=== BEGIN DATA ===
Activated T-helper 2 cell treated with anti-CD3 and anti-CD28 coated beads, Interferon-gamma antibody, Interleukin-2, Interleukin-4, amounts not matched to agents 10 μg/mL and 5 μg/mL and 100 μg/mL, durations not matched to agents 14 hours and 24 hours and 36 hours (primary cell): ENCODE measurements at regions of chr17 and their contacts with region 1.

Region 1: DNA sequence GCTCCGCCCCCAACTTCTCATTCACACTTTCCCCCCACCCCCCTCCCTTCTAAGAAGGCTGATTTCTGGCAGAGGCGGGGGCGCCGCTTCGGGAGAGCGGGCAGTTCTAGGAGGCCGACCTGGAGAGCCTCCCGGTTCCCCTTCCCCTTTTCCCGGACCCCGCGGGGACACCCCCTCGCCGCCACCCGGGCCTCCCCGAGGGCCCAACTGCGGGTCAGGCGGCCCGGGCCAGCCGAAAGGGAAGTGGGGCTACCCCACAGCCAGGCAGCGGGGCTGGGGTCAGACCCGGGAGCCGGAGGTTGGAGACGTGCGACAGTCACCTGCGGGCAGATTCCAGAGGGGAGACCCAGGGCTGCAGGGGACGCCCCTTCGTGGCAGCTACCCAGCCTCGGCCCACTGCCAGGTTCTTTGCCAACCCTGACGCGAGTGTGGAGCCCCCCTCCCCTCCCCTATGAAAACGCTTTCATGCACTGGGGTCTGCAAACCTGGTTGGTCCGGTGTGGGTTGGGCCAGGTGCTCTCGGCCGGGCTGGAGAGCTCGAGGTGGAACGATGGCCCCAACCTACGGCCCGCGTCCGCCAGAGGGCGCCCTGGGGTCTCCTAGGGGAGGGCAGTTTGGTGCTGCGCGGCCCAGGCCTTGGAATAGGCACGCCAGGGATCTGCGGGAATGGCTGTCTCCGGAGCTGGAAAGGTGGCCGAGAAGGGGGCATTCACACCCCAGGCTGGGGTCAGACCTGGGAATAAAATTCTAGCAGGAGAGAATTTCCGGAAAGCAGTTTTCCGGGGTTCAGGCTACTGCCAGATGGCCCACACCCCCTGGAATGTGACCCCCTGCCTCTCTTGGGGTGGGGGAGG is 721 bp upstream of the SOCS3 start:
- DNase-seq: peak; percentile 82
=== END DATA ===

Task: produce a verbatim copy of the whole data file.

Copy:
Activated T-helper 2 cell treated with anti-CD3 and anti-CD28 coated beads, Interferon-gamma antibody, Interleukin-2, Interleukin-4, amounts not matched to agents 10 μg/mL and 5 μg/mL and 100 μg/mL, durations not matched to agents 14 hours and 24 hours and 36 hours (primary cell): ENCODE measurements at regions of chr17 and their contacts with region 1.

Region 1: DNA sequence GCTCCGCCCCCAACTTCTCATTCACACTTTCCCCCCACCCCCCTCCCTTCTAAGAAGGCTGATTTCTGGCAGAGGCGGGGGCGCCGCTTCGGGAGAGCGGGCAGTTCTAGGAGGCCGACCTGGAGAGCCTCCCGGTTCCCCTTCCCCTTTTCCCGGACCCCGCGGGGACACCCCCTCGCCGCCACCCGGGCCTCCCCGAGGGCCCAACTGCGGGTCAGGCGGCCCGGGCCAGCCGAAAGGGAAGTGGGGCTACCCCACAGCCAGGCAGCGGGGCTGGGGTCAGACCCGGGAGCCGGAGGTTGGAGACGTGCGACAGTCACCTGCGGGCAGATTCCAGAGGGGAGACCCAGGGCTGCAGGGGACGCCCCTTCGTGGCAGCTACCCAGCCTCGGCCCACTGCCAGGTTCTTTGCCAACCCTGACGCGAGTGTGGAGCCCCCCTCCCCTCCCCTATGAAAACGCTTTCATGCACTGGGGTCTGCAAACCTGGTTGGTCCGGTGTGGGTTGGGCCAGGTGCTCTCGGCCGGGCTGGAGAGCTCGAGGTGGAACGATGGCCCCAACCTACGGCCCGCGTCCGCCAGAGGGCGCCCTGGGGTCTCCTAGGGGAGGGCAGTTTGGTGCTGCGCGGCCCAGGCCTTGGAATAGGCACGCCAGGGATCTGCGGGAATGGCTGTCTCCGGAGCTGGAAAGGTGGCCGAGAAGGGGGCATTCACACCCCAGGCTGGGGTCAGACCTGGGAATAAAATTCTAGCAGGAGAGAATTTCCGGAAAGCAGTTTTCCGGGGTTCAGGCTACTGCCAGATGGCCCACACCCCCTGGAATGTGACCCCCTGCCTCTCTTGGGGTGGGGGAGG is 721 bp upstream of the SOCS3 start:
- DNase-seq: peak; percentile 82